clear for sometime that postdoctoral trainees are valuable resources to the institutions and senior faculty who employ them, but their status is often ambiguous. On some campuses, postdocs are viewed as students, even though they do not take classes and are not working toward a degree. On other campuses, they are viewed as employees, but they are not provided employee benefits such as medical coverage, holiday leave, and maternity leave. Nor are they provided other protections afforded to employees by law, such as the Family Medical Leave Act or whistleblower protection. Postdocs are not represented by labor unions either. When medical and other benefits are provided to postdocs, there is no regulatory oversight or guidance to ensure that these benefits are applied consistently. The National Institutes of Health (NIH) has a role in this situation. Postdocs on NIH training grants have one set of benefits, while those on NIH research grants have another. According to one program administrator, “The health benefits available from my institution, if one is on a research grant, are vastly better than what the government makes possible through a training grant. Family leave is vastly better if you are on a research grant than if you are on a training grant. When NIH institutes hire postdocs, they get full government benefits, whereas those who are supported on training grants, which are supposedly equivalent positions, are not treated anywhere near as well.”
Further, there are no standards or benchmarks of achievement for postdoctoral training as there are in the medical or legal professions, for example. The lack of achievement standards leaves postdocs vulnerable to abuse by mentors, who have a vested interest in keeping their labs fully staffed for indeterminate amounts of time. Prolonged postdoctoral training is interpreted by some potential employers as an indicator that the individual is not productive.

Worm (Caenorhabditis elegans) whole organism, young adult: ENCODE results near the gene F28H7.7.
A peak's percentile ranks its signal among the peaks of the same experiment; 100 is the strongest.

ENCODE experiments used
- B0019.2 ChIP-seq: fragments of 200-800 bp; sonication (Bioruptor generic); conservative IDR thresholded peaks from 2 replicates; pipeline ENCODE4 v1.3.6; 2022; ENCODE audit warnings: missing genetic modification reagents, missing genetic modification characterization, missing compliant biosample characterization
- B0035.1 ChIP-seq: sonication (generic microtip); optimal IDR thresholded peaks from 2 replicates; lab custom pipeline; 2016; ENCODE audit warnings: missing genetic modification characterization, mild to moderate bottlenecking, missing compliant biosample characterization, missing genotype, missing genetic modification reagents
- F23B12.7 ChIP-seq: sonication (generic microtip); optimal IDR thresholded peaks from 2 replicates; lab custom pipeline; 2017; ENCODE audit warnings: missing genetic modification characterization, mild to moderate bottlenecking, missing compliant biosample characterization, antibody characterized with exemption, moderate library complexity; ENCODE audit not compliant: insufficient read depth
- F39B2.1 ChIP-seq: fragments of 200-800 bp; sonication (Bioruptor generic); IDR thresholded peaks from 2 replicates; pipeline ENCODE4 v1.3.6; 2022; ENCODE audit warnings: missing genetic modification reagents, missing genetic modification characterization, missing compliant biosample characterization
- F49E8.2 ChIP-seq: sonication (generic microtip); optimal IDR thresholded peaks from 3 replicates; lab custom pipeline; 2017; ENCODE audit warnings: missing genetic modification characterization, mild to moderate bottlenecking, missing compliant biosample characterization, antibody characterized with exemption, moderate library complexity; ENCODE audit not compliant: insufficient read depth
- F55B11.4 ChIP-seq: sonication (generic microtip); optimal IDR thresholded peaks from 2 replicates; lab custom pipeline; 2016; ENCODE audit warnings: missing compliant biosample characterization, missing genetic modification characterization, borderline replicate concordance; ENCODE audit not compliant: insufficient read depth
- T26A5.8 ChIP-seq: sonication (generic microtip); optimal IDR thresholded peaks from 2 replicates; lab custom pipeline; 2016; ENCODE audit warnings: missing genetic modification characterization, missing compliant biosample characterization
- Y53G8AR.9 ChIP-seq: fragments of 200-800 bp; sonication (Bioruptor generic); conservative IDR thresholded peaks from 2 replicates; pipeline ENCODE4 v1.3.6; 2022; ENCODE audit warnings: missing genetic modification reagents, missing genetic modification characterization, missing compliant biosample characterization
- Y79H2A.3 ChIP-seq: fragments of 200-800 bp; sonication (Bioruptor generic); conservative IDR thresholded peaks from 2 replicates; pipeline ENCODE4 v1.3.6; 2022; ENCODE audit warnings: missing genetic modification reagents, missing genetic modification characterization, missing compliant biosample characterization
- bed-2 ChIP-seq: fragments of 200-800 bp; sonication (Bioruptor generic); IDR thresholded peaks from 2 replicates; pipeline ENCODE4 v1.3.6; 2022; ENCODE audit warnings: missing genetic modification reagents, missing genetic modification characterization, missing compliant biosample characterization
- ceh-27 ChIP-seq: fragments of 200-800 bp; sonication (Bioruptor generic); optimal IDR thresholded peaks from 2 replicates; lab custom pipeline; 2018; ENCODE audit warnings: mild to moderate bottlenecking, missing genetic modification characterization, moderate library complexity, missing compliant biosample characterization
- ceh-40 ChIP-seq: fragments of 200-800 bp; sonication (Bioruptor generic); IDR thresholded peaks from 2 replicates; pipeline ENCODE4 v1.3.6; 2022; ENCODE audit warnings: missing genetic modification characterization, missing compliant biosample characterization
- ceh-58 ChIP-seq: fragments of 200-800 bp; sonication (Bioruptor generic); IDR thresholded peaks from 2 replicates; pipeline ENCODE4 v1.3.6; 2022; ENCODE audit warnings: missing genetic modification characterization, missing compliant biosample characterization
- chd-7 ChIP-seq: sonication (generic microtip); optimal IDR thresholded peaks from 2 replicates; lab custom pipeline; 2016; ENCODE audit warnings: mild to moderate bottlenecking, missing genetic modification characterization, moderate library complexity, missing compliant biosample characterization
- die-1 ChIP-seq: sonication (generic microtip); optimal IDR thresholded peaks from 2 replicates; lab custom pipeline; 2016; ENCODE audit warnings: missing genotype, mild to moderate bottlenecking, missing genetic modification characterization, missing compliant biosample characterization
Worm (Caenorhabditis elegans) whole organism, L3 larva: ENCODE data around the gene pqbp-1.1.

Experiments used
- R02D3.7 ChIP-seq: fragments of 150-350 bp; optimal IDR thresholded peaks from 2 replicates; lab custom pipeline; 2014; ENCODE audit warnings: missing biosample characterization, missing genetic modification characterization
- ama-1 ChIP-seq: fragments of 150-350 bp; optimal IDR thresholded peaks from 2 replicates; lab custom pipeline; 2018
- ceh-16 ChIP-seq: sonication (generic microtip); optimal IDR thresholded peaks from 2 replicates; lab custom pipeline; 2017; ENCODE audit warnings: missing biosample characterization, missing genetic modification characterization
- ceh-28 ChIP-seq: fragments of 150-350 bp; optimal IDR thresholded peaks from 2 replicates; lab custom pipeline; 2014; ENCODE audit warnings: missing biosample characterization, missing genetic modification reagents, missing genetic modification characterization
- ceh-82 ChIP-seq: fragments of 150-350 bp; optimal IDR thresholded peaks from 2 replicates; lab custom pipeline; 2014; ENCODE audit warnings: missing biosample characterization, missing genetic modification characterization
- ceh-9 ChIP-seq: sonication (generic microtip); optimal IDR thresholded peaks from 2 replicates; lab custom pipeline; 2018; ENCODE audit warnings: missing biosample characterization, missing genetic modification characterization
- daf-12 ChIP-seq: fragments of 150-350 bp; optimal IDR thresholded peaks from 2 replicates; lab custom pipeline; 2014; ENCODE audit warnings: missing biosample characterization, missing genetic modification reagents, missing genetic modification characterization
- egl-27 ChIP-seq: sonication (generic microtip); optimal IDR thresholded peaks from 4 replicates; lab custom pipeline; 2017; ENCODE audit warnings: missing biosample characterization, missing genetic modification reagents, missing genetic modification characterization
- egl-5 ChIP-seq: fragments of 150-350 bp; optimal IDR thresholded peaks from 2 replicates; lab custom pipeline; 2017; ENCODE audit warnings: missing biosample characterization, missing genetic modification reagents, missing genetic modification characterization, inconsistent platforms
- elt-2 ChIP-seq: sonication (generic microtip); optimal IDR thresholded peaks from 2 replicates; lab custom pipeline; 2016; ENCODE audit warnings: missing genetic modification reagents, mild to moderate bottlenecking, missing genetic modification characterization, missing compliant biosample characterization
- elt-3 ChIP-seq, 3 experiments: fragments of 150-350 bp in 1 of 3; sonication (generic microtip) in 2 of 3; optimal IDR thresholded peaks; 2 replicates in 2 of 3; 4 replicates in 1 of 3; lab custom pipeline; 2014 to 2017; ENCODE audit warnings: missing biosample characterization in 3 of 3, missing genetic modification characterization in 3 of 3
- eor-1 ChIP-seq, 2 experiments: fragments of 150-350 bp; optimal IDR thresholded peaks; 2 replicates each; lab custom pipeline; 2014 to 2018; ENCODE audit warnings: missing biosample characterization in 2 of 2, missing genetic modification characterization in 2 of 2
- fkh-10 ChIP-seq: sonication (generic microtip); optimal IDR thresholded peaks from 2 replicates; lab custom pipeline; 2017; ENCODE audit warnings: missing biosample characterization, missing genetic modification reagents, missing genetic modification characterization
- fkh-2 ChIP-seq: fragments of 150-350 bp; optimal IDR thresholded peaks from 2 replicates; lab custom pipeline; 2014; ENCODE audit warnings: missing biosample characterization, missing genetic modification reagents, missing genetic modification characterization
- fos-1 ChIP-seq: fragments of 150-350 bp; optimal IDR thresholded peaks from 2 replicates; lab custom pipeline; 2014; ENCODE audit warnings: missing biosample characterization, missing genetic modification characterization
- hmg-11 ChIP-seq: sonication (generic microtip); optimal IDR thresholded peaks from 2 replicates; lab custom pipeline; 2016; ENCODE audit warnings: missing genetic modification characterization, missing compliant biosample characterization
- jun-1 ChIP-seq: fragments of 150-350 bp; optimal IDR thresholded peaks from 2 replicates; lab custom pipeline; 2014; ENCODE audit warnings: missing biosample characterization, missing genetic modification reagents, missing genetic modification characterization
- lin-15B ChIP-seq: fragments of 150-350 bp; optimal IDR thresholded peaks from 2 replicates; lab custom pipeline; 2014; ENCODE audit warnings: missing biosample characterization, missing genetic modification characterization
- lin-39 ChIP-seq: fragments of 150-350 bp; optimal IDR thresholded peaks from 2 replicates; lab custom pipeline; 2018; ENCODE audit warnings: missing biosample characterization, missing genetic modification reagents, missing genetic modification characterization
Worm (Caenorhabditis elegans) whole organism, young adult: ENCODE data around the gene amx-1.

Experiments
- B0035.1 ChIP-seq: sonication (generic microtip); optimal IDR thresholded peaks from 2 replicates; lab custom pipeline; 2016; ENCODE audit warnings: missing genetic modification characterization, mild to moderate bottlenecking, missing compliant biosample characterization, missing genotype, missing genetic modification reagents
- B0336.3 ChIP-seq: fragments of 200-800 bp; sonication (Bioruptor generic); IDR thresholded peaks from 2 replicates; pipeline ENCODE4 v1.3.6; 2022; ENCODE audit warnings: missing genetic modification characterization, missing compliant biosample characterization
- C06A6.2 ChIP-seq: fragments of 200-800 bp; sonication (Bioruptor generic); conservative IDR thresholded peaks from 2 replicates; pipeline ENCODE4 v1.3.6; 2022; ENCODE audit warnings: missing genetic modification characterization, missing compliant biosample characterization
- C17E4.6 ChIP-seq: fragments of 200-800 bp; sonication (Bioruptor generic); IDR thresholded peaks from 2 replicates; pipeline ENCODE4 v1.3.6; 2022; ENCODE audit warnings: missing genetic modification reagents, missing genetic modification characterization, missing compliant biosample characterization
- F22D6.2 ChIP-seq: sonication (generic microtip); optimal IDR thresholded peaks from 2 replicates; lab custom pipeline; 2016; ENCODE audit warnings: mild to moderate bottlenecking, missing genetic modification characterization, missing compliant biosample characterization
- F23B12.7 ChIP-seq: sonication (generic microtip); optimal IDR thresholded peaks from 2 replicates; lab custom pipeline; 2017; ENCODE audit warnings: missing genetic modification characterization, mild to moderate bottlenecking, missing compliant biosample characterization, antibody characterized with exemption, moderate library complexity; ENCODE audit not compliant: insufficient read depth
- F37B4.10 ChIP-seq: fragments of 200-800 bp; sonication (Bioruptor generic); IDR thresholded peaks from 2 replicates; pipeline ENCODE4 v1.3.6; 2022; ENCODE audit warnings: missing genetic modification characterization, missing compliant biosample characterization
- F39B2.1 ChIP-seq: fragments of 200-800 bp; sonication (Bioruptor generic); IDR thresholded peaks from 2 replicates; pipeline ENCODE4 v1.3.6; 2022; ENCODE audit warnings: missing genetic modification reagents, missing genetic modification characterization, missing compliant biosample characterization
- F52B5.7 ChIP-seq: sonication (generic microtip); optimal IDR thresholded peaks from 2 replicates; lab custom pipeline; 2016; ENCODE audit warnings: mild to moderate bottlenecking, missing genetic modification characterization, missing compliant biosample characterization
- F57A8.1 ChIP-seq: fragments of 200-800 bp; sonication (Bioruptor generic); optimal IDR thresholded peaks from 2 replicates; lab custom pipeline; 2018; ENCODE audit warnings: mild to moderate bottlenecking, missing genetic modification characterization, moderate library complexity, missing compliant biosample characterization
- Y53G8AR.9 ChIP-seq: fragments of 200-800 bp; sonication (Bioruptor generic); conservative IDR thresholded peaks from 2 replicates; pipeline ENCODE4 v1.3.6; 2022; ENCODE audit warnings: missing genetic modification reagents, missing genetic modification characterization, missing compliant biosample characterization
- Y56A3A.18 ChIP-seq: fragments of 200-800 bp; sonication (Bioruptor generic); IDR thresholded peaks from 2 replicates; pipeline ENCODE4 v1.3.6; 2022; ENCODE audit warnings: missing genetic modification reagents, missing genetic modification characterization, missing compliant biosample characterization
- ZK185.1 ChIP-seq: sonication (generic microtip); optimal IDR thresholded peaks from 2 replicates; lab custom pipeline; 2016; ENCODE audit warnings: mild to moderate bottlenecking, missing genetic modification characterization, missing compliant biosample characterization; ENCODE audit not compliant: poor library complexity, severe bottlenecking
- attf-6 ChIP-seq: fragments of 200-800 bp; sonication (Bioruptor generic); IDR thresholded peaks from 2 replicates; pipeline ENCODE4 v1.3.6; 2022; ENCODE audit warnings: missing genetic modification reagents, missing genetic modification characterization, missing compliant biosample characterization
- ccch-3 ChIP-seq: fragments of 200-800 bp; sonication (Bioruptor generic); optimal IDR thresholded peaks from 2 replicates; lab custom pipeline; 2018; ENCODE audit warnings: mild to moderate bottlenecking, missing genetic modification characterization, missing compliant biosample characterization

Underrepresented minorities face additional difficulties. Being the only minority in a lab, research group, or department is an isolating experience. Minority individuals may feel that they are under a microscope or that they are carrying the burden of an entire race of people. Because so few minority mentors and role models exist at the faculty level, some minority trainees report that they endure the “imposter syndrome,” that is, a lingering feeling that they do not deserve their professional status or achievements. Such manifestations of lowered self-esteem have the potential to subvert minority trainees’ desires to “aim high” professionally. Even mentors may project lower achievement standards onto their minority trainees. This and other expressions of ignorance or bias by mentors have the potential to sour mentor-mentee relationships, erode trust, and create social and professional distance. For those minority trainees who are unique within their families by virtue of their educational attainment, there is added stress. Lesser-educated family members may criticize the postdoc for “not getting a real job” or for their inability to shoulder family burdens proportionally, such as caring for a disabled or elder family member or child.